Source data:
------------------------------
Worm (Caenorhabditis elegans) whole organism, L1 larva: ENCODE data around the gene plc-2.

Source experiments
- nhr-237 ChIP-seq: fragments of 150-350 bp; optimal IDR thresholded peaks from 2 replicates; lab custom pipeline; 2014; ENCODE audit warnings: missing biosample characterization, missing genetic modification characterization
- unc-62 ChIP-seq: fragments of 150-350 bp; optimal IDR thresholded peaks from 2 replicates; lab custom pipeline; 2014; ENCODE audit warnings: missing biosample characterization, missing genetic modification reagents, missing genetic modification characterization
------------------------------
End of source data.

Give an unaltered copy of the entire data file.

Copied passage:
Worm (Caenorhabditis elegans) whole organism, L1 larva: ENCODE data around the gene plc-2.

Source experiments
- nhr-237 ChIP-seq: fragments of 150-350 bp; optimal IDR thresholded peaks from 2 replicates; lab custom pipeline; 2014; ENCODE audit warnings: missing biosample characterization, missing genetic modification characterization
- unc-62 ChIP-seq: fragments of 150-350 bp; optimal IDR thresholded peaks from 2 replicates; lab custom pipeline; 2014; ENCODE audit warnings: missing biosample characterization, missing genetic modification reagents, missing genetic modification characterization